UPI survey estimates that of the 650 detainees the Pentagon acknowledges are being held at Guantanamo, 160 are from Saudi Arabia, with about 80 detainees from each of three countries -- Yemen, Pakistan and Afghanistan.
In a suit brought by Larry Flynt and Hustler magazine over access to U.S. troops in Afghanistan, a federal appeals court rules that there is no constitutional right allowing journalists to cover troops in a war zone.
In pamphlets circulating in Ramadi and Fallujah, Iraqi insurgent groups vow to take over cities vacated by U.S. troops, and promise that non-collaborators will be allowed to form city councils once American soldiers are gone.
What 'They' Meant In a preview of a speech by CIA Director George Tenet, the Washington Post also reports that when Defense Secretary Rumsfeld was pressed by Sen. Edward Kennedy about his late March statement on WMD in Iraq, that "we know where they are," he said 'they' was "shorthand" for "suspect sites," not weapons stockpiles.
Rumsfeld also said he never saw a Defense Intelligence Agency estimate contradicting his September 2002 claim that Saddam had "amassed large clandestine stockpiles of chemical weapons." Sidney Blumenthal, arguing that there was no failure of intelligence, says the DIA was one of "several intelligence agencies" whose "Discordant views... were kept from the public as momentum was built for a congressional vote on the war resolution."
Newsweek reports that the Justice Department has opened an inquiry into whether Halliburton was involved in possible kickbacks to obtain contracts to build a natural gas plant in Nigeria when Vice President Cheney headed the company.
The Los Angeles Times reports that Supreme Court Justice Antonin Scalia traveled as Cheney's official guest, "on a small government jet that served as Air Force Two" when the pair hunted ducks in Louisiana last month. Plus: Cheney calls around on Iraq intelligence panelists.
A media firm that is working for President Bush's re-election campaign, will get a cut of the $12.6 million in taxpayer-funded advertising that the Bush administration is placing to promote the Medicare bill.
Wedded to the Base The New York Times reports that President Bush is expected to back a constitutional amendment defining marriage to be between a man and a woman.
'Bush's Missing Year' Boston Globe reporter Walter Robinson tells Salon's Eric Boehlert: "I think some documents were taken out" of Bush's military file. "And there's at least one document that appears to have been inserted into his record in early 2000."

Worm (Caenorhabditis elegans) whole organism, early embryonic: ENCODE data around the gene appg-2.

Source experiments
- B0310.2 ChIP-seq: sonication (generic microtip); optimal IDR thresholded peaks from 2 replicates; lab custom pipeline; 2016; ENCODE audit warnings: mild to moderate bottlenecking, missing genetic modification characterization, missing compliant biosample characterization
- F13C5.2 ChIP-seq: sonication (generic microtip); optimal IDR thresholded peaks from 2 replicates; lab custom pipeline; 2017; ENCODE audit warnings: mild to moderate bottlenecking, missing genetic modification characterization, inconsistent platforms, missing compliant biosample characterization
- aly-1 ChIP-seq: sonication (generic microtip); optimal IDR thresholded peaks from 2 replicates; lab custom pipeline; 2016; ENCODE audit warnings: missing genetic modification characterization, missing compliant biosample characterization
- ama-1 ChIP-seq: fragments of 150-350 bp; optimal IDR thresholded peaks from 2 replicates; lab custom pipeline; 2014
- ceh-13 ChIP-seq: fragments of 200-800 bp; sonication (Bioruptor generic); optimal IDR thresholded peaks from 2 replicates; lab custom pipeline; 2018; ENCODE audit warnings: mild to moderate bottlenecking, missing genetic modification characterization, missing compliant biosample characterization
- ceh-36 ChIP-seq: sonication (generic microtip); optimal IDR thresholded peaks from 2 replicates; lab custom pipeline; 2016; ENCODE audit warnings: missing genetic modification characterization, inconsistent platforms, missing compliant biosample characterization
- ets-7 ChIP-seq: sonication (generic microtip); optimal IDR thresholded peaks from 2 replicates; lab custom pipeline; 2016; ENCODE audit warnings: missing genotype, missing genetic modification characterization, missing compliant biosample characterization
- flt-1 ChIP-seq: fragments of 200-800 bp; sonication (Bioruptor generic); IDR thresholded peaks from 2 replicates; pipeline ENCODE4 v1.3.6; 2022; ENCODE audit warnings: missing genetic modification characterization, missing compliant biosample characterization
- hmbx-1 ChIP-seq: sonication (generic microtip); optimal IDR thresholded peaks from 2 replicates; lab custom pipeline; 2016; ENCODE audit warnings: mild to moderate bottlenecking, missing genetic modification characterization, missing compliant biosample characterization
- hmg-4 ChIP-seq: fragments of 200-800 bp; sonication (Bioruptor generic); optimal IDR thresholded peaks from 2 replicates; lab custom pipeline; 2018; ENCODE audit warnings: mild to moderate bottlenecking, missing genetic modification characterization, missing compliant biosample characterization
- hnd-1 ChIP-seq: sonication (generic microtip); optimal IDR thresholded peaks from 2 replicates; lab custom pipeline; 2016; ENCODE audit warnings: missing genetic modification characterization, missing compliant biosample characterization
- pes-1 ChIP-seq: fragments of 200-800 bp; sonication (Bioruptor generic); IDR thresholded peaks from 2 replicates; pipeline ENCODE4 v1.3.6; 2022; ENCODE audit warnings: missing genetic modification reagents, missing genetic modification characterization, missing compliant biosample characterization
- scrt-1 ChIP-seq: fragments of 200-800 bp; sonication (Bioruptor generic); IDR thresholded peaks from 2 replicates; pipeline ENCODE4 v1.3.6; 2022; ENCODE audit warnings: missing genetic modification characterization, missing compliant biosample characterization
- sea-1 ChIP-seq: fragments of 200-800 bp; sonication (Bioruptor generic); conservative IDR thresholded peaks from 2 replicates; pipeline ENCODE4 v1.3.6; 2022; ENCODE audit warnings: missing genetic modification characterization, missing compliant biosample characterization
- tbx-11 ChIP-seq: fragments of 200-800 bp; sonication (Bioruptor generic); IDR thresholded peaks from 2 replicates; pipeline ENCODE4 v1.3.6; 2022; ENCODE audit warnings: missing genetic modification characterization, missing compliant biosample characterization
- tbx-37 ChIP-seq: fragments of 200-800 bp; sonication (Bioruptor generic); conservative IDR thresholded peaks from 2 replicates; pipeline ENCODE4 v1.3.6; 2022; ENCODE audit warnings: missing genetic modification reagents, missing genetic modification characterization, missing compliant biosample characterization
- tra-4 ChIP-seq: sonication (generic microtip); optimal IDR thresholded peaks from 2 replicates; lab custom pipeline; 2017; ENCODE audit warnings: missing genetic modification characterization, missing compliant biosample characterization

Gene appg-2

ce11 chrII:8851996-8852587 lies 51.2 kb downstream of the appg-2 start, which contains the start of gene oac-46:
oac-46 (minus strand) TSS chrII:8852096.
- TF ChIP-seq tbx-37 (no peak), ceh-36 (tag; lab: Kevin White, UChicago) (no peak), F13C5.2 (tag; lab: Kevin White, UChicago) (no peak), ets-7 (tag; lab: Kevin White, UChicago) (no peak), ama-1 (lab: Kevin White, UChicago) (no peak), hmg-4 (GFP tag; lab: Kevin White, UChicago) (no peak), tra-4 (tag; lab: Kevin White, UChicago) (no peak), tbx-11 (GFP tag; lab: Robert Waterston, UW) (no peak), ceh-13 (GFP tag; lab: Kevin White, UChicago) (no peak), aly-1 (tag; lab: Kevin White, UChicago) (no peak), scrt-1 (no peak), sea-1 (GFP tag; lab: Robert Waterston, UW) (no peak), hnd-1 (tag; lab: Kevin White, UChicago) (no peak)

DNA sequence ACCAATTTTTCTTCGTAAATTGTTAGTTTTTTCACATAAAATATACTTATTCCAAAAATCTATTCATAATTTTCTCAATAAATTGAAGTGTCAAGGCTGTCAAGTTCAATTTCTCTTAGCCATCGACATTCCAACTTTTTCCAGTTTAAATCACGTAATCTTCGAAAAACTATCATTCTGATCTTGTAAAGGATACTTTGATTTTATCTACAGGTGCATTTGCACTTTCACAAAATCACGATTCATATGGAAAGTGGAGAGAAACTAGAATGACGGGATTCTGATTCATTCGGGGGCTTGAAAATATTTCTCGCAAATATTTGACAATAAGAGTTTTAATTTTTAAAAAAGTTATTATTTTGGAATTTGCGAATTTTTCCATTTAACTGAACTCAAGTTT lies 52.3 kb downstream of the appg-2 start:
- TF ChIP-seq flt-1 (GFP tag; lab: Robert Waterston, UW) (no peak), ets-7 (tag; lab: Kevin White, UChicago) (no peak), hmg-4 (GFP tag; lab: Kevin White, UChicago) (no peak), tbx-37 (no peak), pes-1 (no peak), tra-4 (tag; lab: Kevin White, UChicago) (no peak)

Cable's Wired Trade publication reports that "Bush and Kerry are two politicians who -- while poles apart, ideologically, on national security and fiscal policy -- don't appear to harbor animosity toward the giants of pay TV." Plus: Common Cause investigates "Bush's $800,000 'Pledge Break.'"
Friday, February 6, 2004
Billmon compares CIA Director George Tenet's "never said" speech with his 2002 claim that "There is no inconsistency between our view of Saddam's growing threat and the view as expressed by the President." Plus: 'Neocons busted!'
James Klurfeld argues that far from being "an innocent victim of poor intelligence information," the Bush administration "did not care what the intelligence said."
Calling this "an Orwellian moment" in America, Paul Krugman writes that "On both the foreign policy and the fiscal fronts, the Bush administration is trying to rewrite history, to explain away its current embarrassments."
Flunking Iraq "A president's report card may be a bit harder to fix than a child's," writes USA Today founder Al Neuarth. "But the approach should be the same. First, accept blame. Second, apologize. Third, get back on track. If that doesn't work, it's out to the woodshed."
Former CIA analyst Ray McGovern marks the first anniversary of Secretary of State Powell's U.N. presentation of the case for preemptive war by observing that "Now the whole world knows there was nothing to preempt."
Norman Solomon on how "the news media helped to create a great market for war."
"60 Minutes II" also marked the anniversary by rerunning last fall's interview with former State Department analyst Greg Thielmann, who said the Bush administration relied on "faith-based intelligence." Or was it Feith-based? Josh Marshall said that Defense Undersecretary Douglas Feith's name is all but "synonymous with finding what you want to find."
"It wasn't intelligence, it was propaganda," says Lt. Colonel Karen Kwiatkowski, describing the work product of the secret Pentagon unit operating out of Feith's office, with a pipeline into Cheney's, that Robert Dreyfuss and Jason Vest say was "created to build the case for war against Iraq."
UPI is reporting that federal investigators in the Valerie Plame case "have developed hard evidence of possible criminal misconduct" by two key employees in Vice President Cheney's office, chief of staff Lewis "Scooter" Libby and John Hannah, who has the Middle East portfolio.
In a New York Times op-ed, Geneva Overholser writes that "journalists should call upon" Plame-outing columnist Robert Novak "to acknowledge his abuse of confidentiality and reveal his sources himself." Earlier: Overholser resigned from the National Press Foundation's board over its plans to honor Fox News anchor Brit Hume.